A prominent Muslim scholar banned from travel to the U.S. since 2004 speaks Saturday in Oakbrook Terrace – one of his first appearances since his visa was granted.
Tariq Ramadan, a Swiss-born professor at Oxford University, is “one of the most important and relevant voices for Western Muslims,” said Ahmed Rehab, executive director of the Council on American-Islamic Relations in Chicago.
Ramadan is the keynote speaker for CAIR-Chicago’s annual banquet. About 1,500 people are expected to attend the event at the Drury Lane Banquet Hall. This year’s theme is “Unapologetic Activism: Our Legacy, Our Promise.”
Ramadan’s visa was yanked six years ago, just as he was about to take a position at Notre Dame University. He was accused of supporting terrorism by giving money to a charitable organization linked to the Palestinian Islamist group Hamas. “At the time of this donation, the organization was not flagged as such,” Rehab said. “It was essentially the Bush administration punishing him for being an outspoken critic” of U.S. foreign policies.
Secretary of State Hillary Clinton reversed the travel ban earlier this year.
Ramadan – a charismatic, controversial figure named one of the world’s 100 most influential people by TIME magazine – is expected to speak Saturday on the challenges facing Muslims in the West. “He is a fresh voice in terms of forging a Western Muslim identity that is comfortable with both its cultural faith and national identities,” Rehab said.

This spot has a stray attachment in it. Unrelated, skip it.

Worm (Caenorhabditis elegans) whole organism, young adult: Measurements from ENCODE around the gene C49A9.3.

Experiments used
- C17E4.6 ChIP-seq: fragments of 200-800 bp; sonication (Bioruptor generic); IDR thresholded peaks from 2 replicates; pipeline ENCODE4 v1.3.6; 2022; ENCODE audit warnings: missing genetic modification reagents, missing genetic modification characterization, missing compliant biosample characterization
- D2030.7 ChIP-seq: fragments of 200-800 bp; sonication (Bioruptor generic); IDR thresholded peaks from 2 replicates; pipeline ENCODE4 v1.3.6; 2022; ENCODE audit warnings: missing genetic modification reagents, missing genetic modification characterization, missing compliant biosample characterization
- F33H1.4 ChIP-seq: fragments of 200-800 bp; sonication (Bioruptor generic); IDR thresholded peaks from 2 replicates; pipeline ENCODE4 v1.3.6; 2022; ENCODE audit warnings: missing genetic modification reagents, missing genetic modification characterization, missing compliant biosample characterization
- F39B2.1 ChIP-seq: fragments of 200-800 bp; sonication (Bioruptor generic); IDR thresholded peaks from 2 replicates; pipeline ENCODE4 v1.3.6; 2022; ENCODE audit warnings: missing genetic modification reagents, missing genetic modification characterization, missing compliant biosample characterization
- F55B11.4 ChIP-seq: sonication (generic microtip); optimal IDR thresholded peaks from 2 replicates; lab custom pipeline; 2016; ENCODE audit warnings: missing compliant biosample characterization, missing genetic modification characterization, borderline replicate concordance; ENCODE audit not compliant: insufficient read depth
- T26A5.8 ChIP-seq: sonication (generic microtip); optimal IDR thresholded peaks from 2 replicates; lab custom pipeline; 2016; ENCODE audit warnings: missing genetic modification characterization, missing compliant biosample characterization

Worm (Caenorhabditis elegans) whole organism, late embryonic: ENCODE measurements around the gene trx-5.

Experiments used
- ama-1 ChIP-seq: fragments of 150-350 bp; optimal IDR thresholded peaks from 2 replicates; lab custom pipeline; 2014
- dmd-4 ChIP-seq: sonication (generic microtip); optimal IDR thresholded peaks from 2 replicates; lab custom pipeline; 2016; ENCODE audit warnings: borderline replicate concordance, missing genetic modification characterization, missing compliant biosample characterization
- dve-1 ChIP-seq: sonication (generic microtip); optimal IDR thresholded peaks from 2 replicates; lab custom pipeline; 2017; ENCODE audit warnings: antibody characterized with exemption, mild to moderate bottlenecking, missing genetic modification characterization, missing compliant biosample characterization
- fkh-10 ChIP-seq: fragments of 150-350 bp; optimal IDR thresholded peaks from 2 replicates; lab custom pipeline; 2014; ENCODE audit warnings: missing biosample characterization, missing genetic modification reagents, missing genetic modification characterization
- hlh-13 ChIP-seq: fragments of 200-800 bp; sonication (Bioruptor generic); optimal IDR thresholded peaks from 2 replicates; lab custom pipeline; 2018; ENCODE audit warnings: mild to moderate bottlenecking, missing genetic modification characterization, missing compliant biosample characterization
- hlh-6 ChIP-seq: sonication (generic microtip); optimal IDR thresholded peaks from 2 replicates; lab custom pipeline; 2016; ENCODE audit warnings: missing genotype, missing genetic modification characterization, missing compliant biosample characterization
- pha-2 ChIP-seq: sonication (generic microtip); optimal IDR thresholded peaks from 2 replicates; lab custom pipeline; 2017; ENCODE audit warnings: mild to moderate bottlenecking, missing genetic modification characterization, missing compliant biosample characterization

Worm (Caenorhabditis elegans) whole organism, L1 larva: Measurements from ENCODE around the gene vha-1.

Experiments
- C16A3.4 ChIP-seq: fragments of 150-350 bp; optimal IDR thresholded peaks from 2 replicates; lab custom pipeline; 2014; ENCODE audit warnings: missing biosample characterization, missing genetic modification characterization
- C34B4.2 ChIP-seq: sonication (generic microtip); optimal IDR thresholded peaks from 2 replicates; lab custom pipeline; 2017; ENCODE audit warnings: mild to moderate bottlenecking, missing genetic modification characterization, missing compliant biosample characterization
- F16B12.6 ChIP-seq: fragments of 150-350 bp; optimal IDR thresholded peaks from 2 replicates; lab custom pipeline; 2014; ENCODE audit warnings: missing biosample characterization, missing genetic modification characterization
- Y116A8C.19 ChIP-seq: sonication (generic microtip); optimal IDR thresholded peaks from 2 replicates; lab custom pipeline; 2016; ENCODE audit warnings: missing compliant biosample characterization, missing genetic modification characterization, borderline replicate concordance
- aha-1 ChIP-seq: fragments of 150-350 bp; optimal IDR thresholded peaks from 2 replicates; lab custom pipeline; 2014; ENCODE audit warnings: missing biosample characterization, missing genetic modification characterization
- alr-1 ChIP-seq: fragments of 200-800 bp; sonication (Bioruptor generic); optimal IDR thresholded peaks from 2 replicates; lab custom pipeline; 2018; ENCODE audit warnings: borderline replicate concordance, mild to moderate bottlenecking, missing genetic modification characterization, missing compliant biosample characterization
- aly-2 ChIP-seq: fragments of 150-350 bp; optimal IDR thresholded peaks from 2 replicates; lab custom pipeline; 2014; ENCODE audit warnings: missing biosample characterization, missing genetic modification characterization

Ramadan’s first lecture on this trip was Thursday in New York City at Cooper Union College. He also met with representatives of the American Civil Liberties Union, which supported him during the travel ban.
He is slated to sign copies of his latest book, “What I Believe” (Oxford University Press, $12.95) during a pre-banquet reception at 6 p.m. Saturday at the Drury Lane. Tickets to the event are $75 in advance at wwww.cairchicago.org, $100 at the door, if available.
CAIR-Chicago will honor several people at the dinner, including U.S. Rep. Keith Ellison, a Minnesota Democrat who is the first Muslim elected to the U.S. House of Representatives.
Leaders of CAIR-Chicago say they would not be surprised if Ramadan’s high-profile appearance attracts protesters, but “we are prepared,” Rehab said.